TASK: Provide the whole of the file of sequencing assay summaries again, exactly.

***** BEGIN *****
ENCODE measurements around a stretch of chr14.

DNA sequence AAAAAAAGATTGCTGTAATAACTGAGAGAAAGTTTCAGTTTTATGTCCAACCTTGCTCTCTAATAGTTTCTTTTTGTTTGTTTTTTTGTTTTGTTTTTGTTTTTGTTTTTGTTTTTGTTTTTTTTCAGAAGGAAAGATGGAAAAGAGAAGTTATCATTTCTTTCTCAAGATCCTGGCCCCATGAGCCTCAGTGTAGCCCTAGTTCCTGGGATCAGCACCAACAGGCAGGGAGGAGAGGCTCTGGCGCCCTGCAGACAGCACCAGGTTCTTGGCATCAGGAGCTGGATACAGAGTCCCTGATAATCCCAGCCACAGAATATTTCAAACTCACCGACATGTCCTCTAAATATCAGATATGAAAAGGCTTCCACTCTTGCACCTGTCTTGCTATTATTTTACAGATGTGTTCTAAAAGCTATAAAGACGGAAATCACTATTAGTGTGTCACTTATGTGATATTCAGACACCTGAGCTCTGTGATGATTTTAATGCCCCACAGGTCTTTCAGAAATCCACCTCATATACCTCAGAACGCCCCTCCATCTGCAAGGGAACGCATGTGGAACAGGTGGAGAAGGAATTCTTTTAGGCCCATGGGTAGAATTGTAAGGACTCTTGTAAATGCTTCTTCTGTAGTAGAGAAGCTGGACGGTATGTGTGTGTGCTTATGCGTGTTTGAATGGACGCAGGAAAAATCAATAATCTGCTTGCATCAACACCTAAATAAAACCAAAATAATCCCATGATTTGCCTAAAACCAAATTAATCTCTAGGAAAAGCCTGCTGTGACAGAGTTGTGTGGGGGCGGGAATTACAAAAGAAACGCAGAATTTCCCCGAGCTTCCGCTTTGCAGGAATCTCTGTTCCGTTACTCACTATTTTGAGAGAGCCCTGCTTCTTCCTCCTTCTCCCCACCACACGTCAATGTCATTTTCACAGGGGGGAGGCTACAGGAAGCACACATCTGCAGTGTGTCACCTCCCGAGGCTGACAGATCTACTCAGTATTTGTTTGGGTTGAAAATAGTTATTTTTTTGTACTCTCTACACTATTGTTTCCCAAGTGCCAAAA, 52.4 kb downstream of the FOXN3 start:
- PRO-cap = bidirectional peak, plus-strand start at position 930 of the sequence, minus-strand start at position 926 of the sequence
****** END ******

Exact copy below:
ENCODE measurements around a stretch of chr14.

DNA sequence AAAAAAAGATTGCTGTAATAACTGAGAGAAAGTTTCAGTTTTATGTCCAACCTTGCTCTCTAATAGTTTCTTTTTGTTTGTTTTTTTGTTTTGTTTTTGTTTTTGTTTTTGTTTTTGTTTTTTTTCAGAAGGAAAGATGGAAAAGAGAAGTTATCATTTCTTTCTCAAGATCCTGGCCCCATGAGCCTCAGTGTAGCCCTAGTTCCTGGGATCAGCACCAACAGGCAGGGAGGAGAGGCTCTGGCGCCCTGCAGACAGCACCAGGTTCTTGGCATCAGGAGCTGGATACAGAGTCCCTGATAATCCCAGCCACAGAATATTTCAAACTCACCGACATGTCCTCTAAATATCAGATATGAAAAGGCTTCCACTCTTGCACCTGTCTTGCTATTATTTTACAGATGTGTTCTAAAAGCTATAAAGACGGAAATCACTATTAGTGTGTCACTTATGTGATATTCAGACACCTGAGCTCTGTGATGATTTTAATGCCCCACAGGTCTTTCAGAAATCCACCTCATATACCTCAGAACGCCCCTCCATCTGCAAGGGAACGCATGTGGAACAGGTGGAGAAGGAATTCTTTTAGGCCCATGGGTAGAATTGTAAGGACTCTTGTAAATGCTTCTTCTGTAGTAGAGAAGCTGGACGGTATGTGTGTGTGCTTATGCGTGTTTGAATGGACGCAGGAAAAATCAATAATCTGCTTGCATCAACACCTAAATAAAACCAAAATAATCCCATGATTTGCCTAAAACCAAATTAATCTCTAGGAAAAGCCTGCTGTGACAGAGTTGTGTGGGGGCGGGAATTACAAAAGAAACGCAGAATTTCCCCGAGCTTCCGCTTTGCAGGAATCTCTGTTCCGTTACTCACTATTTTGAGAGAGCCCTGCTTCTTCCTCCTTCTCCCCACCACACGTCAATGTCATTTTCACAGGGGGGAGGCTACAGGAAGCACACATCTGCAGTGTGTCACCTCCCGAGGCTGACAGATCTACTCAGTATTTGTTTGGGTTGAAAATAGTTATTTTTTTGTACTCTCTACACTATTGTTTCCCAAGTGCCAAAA, 52.4 kb downstream of the FOXN3 start:
- PRO-cap = bidirectional peak, plus-strand start at position 930 of the sequence, minus-strand start at position 926 of the sequence